The Department of Philosophy
325 John Watson Hall, Queen’s University,
Kingston, Ontario, Canada, K7L 3N6
Meena Krishnamurthy is an Assistant Professor in the Department of Philosophy at Queen’s University. Before this she was an Assistant Professor at the University of Michigan in Philosophy and in the Program in Philosophy, Politics, and Economics. She also held positions at the University of Manitoba and Dalhousie University. She completed her Ph.D. at Cornell University.
Professor Krishnamurthy works on a variety of topics in political philosophy. She is currently writing a book (The Emotions of Nonviolence) and a series of related papers on Martin Luther King Jr.’s political philosophy. Her work is about King’s views on the role of the political emotions in motivation to end racial injustice. It explores how he used the various tactics of the civil rights movement (protest, images, letters, and oratory) to engage these emotions and to overcome some of the barriers to political action.
Krishnamurthy is also writing on Indian political thinkers such as B.R. Ambedkar who are concerned with the nature of caste and casteism. She is especially interested in how thinking about caste can inform our thinking about race and racism in the United States. Relatedly, she is a contributing editor of a collection of critical essays on the political philosophy of the black American Canadian abolitionist, Mary Shadd Cary, who was critical of “caste institutions” in the United States.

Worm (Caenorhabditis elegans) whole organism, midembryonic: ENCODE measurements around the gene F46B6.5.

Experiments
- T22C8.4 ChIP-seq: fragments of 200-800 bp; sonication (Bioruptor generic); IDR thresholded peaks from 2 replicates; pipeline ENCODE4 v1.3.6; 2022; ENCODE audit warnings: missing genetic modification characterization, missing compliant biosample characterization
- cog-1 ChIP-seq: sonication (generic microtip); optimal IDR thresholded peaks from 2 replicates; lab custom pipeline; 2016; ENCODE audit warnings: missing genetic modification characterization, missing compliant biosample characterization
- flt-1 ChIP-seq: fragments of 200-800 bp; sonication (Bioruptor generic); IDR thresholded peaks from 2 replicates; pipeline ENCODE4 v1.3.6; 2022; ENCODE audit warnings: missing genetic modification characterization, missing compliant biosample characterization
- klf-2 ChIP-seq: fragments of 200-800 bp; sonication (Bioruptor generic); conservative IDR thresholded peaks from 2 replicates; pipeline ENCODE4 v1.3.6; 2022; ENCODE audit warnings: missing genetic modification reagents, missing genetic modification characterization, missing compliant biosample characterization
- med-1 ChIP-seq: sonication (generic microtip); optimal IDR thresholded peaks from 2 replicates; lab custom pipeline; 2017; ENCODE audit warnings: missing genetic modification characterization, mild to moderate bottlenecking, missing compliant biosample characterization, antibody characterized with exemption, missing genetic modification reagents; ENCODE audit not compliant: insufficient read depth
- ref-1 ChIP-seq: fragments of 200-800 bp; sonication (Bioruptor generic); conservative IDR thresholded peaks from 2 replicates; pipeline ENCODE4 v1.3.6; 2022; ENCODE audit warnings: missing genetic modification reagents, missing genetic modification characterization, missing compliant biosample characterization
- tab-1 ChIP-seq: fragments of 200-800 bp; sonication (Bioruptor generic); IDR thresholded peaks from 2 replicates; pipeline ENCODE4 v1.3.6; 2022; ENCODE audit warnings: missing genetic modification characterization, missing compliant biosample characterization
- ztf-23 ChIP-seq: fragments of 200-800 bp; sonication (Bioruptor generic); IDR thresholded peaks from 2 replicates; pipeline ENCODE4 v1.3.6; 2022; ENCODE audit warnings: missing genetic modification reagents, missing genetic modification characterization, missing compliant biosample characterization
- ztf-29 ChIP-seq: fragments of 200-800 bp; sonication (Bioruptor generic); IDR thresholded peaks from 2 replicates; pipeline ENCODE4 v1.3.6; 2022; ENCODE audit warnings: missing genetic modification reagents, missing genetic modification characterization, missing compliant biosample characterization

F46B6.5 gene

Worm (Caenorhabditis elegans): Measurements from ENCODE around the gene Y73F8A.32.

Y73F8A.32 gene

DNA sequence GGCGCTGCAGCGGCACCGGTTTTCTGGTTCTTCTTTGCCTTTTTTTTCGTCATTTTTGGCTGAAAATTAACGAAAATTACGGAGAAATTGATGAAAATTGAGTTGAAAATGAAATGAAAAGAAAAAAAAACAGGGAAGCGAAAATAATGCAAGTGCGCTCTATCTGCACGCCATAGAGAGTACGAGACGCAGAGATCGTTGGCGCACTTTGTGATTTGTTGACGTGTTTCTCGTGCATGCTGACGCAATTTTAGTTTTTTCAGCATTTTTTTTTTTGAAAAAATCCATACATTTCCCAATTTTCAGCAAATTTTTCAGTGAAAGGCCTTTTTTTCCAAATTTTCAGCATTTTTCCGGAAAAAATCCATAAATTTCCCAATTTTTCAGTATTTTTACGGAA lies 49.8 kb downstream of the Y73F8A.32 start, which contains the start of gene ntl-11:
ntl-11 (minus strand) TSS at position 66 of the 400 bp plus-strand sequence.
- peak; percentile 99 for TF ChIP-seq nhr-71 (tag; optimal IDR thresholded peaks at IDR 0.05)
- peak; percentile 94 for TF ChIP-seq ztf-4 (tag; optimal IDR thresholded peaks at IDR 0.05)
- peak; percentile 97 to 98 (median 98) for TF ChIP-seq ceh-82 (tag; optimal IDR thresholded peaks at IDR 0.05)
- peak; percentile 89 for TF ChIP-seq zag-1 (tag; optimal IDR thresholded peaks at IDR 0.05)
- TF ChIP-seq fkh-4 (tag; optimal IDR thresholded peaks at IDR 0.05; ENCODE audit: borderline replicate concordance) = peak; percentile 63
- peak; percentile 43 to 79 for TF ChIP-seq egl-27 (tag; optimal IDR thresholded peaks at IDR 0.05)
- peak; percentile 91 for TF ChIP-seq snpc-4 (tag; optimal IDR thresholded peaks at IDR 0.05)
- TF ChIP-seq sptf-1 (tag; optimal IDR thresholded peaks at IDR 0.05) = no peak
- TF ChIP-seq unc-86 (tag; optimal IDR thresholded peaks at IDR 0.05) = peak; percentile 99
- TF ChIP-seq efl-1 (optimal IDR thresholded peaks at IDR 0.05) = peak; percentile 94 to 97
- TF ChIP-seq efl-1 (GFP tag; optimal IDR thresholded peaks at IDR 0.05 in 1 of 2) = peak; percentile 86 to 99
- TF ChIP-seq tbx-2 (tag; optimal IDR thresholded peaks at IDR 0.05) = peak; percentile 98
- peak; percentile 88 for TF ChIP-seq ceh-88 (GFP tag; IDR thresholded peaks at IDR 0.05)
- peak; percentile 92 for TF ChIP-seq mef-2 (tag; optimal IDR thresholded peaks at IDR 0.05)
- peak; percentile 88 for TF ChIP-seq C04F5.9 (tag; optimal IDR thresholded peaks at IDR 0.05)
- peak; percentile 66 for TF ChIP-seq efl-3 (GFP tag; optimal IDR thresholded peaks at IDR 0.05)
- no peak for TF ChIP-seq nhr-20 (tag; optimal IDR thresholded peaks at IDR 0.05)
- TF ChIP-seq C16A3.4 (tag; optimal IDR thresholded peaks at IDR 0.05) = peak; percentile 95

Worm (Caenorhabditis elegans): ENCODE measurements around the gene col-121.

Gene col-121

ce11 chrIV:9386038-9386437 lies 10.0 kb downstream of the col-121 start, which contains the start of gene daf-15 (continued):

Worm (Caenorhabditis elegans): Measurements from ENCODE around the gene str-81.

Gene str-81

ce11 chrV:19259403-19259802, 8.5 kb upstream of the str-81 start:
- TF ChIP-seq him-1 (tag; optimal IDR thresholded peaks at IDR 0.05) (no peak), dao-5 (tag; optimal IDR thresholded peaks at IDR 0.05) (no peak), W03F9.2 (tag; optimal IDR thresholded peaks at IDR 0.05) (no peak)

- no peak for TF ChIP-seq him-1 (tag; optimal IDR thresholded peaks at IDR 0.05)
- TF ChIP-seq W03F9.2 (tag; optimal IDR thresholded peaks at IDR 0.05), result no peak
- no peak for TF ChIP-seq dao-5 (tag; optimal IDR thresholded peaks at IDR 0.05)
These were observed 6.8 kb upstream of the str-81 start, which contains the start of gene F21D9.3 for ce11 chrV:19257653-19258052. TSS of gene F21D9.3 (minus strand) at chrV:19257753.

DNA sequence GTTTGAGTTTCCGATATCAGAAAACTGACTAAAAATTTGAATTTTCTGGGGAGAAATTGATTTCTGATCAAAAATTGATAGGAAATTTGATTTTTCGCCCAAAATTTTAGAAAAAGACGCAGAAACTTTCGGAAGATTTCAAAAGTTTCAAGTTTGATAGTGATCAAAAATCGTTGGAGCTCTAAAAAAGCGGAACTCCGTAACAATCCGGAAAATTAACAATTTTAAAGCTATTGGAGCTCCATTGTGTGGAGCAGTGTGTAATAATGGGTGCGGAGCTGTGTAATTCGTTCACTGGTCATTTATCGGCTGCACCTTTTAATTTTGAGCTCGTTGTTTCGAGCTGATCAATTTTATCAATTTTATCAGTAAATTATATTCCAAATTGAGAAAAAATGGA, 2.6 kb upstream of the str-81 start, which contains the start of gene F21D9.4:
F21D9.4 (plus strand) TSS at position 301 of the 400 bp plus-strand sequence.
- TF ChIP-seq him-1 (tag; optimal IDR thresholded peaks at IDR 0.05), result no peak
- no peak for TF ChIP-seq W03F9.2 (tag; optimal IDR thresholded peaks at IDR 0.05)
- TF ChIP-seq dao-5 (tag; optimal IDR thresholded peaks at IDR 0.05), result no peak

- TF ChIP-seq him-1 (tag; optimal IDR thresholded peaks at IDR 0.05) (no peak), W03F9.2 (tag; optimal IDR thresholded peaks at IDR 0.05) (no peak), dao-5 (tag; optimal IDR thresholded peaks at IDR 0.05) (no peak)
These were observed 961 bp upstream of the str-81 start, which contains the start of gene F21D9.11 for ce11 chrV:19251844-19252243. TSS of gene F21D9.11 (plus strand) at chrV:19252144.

You can learn more about Professor Krishnamurthy’s research here and some of her work in public philosophy here. You can listen to Professor Krishnamurthy talk about her recent work at the UnMute Podcast and at the Love and Social Justice Podcast. You can also see her give a talk on King’s views on white ignorance here and about Ambedkar and Du Bois’s views on caste here (skip ahead to 26 mins). Krishnamurthy discusses her research, career, and move back to Canada at the Acadames podcast.
Professor Krishnamurthy is deeply committed to promoting diversity and inclusivity within philosophy. She was the editor of the blog Philosopher, which showcased work by philosophers from underrepresented groups in philosophy. She initiated this “Inclusive Bibliography on Race, Gender, and Related Topics“, which is a crowd sourced project. She was also an instructor at the Philosophy In an Inclusive Key Summer Institute (PIKSI Rock), a summer program that helps underrepresented students to see that they have a place in Philosophy.